This doesn’t mean that the cars aren’t still in need of rewiring. On all but 1077 and (still “new”) 1076, Muni has expended extra maintenance time because of repeated wiring problems. But we now have four of these eleven cars in service at once, as many as we’ve ever had. And the betting from here is that those four will be the last to go back for their wiring fix.

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Mayor Wants Muni Off Market Street?

This morning’s Examiner has a startling story: Mayor Gavin Newsom is dreaming about going way beyond the current test auto restrictions on Market Street, and move all vehicles, including Muni buses and F-line streetcars off the street.
The article says Newsom is raising the possibility of rerouting “Muni to Mission Street or another nearby street so that Market Street could be transformed into a place solely for cyclists and pedestrians, and include such amenities as tables and chairs in the
center of the thoroughfare.”

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The article says Newsom acknowledged the idea is a long way from reality.  “That’s not being contemplated in the immediate term, but data
collection will afford us the opportunity to determine if that’s a
viable option,” he told the Examiner.
Several community leaders are quoted in the article as expressing skepticism of the plan. A similar plan put forward almost 40 years ago to try to turn back or reroute Muni lines off Market fell of its own weight.
Beyond the cost of moving the F-line tracks and overhead anywhere else, the lack of capacity for 12 additional Muni lines on Mission Street, or the reaction of Market Street/Union Square merchants and SOMA neighbors to the impacts, there’s the obvious inconvenience to tens of thousands of daily Muni riders on the surface of Market Street who won’t want to be forced to transfer onto overcrowded Muni Metro trains or make their surface journey even longer with a permanent detour in the wrong direction.  So our guess here is that either the Mayor was just musing about Nirvana or was somehow misunderstood by the reporter.
As we’ve advocated for years, less automobile traffic on downtown Market Street is a plus.  We’ve noticed during the current test that there’s still too many cars holding up Muni vehicles eastbound between Third and First, and we’d support testing additional restrictions (something Newsom also mentions in the article).  The great photo taken by Todd Lappin in this post shows what can Market Street can feel like when automobiles don’t dominate. Yet there are practical limits, so we won’t be planning to enjoy croissants and a latte at a cafe table stylishly located atop the BART ventilator in the middle of a Muni-free Market Street.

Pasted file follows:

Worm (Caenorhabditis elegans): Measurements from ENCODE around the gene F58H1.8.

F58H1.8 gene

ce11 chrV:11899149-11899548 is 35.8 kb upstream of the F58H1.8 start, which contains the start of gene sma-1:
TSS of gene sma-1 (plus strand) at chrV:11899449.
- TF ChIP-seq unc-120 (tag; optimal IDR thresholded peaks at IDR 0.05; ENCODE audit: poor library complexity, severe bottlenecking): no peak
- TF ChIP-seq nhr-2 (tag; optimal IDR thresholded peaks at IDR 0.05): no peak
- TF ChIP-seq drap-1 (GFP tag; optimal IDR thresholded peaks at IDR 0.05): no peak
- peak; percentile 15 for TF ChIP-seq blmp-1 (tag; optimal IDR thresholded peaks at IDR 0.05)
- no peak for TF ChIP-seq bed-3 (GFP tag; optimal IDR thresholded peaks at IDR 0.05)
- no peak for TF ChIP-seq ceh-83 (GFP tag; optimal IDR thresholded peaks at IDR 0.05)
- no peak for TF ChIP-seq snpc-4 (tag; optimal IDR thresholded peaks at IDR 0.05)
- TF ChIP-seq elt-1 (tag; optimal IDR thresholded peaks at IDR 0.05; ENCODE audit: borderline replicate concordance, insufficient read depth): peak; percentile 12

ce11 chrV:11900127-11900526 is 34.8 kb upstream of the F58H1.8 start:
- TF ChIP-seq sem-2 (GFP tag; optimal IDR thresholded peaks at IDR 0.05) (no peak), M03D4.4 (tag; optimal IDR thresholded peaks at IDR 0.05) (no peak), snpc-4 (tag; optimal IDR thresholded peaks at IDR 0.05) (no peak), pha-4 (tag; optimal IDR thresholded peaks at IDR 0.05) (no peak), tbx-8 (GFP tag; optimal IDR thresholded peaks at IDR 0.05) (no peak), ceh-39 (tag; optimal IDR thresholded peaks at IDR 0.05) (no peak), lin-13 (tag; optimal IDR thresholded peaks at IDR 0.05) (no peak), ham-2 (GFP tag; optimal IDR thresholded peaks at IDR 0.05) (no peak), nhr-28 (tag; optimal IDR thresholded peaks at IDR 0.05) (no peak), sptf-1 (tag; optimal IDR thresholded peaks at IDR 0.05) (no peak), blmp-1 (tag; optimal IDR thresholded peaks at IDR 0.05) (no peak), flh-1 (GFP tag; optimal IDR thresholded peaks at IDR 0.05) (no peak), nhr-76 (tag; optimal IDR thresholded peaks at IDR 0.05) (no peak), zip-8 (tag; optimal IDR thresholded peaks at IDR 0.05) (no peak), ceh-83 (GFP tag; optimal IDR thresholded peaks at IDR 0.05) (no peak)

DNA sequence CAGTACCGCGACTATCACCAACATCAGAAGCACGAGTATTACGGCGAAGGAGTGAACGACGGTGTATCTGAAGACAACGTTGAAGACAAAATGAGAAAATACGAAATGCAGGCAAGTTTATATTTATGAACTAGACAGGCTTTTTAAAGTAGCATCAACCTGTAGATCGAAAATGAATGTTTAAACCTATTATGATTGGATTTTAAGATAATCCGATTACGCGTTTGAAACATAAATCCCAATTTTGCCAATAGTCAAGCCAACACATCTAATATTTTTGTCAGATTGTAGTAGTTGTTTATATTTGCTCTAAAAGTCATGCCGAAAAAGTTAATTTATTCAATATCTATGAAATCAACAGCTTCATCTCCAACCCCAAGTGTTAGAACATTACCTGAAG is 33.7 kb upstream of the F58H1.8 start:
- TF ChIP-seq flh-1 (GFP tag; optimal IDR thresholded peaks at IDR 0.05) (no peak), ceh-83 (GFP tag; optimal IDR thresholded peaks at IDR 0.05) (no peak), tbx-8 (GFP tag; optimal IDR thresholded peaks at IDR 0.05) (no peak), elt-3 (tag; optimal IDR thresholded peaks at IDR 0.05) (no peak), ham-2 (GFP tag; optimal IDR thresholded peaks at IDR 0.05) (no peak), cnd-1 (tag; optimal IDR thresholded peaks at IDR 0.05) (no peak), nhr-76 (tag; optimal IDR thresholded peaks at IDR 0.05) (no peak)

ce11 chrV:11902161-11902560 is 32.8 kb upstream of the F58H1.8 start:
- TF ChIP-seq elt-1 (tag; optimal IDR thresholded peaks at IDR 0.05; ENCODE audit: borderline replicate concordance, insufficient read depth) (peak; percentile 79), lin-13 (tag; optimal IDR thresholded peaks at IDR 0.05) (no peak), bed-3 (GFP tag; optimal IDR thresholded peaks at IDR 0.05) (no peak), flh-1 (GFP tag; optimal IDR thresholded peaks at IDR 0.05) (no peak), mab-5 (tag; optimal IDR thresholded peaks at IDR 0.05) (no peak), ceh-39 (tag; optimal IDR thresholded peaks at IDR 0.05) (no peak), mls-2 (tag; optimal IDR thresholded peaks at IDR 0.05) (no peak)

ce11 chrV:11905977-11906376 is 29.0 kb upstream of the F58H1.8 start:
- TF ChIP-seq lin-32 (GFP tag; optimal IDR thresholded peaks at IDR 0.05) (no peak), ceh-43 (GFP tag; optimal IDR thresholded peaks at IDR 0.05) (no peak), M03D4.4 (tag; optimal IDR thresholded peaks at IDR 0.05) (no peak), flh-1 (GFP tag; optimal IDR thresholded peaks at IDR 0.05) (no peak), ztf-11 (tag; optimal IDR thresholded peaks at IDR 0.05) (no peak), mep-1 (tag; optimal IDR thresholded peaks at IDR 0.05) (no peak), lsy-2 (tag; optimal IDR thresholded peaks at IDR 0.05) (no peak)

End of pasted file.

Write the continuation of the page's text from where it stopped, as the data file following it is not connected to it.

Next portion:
But you bet we’re keeping an eye on this.

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Capital Addition to the Active F-Line Fleet

A “new” streamliner PCC streetcar is about to start carrying passengers on the F-line and it’s an eye-popper. Streetcar No. 1076, built in 1946 and painted to honor Washington’s DC Transit in unlikely shades of aqua and coral, is now running around Muni’s streetcar system tracks in the final stages of testing before entering service. This is one of the eleven streetcars acquired by Muni in 2002. This group of cars got cosmetic restorations, but the wiring wasn’t replaced and… — Read More

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Free F-line Service This Weekend for Fleet Week

In case you haven’t noticed the Blue Angels’ rehearsal flights over San Francisco in the last few day, U.S. Navy Fleet Week kicks off tomorrow with the Parade of Ships beginning at 11:30am. The Blue Angels, courtesy U.S. Navy. Thanks to event sponsor CVS/Pharmacy service to and from this weekends events on the wharves on the F-Market & Wharves historic streetcar will be be free both Saturday and Sunday. Muni will be adding extra service to both the F-line and… — Read More

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Second Melbourne Tram Joins San Francisco’s F-line Historic Streetcar Fleet

Melbourne tram No. 916 on San Francisco’s Market Street. Jamison Wieser photo. San Francisco Mayor Gavin Newsom was on hand this morning to personally accept the gift of a tram (as streetcars are known to most of the world) built in 1946 for Melbourne, Australian by John Brumby, MP, State Premier of Victoria. The new addition will join a patchwork fleet of historic streetcars, trolleys and trams which San Francisco has been collecting from around the world. The fleet already… — Read More

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New Melbourne Tram Dedication October 7

Muni’s latest vintage streetcar, 1946 Melbourne tram No. 916, will formally join the historic fleet Wednesday morning, October 7, at ceremony to be held in the Embarcadero median across from the San Francisco Railway Museum at 9:45 a.m. The ceremony, just south of the Ferry Building, will feature No. 916 and sister tram No. 496, along with speeches by officials from the Victoria State government, which owns Melbourne’s trams, and San Francisco city officials. A small number of invited officials… — Read More